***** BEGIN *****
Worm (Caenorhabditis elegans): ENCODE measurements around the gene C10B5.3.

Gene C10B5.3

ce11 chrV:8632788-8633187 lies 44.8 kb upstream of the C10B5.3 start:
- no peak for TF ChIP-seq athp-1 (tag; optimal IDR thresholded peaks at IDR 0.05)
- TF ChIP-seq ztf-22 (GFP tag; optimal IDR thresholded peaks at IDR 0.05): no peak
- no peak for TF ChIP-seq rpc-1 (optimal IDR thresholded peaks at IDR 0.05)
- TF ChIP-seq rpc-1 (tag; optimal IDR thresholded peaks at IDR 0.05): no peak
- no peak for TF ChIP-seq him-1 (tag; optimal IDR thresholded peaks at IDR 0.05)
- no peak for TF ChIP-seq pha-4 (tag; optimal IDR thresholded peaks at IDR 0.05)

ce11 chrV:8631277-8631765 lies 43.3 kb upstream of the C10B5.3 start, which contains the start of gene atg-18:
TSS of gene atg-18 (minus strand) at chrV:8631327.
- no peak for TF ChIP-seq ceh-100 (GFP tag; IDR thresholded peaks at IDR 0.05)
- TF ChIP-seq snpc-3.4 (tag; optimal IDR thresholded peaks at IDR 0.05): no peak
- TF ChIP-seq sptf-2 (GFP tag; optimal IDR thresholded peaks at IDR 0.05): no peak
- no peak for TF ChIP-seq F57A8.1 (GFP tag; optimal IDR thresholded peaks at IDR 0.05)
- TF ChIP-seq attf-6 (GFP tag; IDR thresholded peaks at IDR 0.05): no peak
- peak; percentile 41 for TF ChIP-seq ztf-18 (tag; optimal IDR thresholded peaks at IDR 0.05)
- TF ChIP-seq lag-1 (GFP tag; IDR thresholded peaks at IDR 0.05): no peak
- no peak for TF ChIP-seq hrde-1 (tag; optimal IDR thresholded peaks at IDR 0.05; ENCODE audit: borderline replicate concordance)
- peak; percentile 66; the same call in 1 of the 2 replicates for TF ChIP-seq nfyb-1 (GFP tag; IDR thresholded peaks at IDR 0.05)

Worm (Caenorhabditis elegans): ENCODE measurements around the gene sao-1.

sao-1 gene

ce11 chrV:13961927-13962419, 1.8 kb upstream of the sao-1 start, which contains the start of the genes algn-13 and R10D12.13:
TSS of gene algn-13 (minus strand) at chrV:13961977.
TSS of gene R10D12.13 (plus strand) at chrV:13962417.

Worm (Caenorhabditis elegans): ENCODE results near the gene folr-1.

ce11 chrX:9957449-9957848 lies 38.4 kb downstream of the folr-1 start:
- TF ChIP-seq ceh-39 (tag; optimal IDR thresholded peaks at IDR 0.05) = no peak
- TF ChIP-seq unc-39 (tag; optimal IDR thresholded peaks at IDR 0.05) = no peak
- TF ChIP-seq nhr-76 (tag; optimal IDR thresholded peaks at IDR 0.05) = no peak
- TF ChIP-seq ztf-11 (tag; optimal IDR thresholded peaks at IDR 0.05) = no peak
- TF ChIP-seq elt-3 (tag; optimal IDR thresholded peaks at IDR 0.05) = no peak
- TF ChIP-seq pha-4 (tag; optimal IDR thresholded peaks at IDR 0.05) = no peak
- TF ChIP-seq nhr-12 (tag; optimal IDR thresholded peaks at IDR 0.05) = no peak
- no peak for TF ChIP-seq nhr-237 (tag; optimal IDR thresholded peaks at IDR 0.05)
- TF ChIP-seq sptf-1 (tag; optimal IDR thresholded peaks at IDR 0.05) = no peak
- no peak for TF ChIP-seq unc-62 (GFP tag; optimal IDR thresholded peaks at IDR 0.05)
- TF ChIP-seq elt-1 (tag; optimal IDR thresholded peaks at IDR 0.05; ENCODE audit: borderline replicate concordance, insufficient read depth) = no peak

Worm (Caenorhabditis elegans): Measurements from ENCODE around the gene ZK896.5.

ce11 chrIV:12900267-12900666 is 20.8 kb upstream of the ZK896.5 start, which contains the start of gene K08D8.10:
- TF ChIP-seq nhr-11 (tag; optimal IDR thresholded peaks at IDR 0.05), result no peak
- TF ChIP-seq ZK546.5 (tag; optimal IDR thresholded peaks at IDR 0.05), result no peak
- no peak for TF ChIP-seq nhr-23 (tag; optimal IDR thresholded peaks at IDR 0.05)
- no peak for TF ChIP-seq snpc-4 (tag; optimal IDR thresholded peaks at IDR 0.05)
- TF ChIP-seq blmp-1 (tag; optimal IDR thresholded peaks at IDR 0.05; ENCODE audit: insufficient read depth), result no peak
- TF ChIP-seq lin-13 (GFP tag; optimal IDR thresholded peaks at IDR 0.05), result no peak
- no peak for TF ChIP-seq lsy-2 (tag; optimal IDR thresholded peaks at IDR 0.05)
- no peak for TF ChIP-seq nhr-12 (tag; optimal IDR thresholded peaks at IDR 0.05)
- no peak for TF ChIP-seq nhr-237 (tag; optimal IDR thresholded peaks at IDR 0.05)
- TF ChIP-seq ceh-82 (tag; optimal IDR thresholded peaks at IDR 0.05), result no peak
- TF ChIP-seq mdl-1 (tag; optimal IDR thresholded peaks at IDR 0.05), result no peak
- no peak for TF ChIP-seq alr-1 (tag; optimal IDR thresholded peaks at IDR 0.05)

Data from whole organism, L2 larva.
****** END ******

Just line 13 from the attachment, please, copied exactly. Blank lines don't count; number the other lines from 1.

- TF ChIP-seq snpc-3.4 (tag; optimal IDR thresholded peaks at IDR 0.05): no peak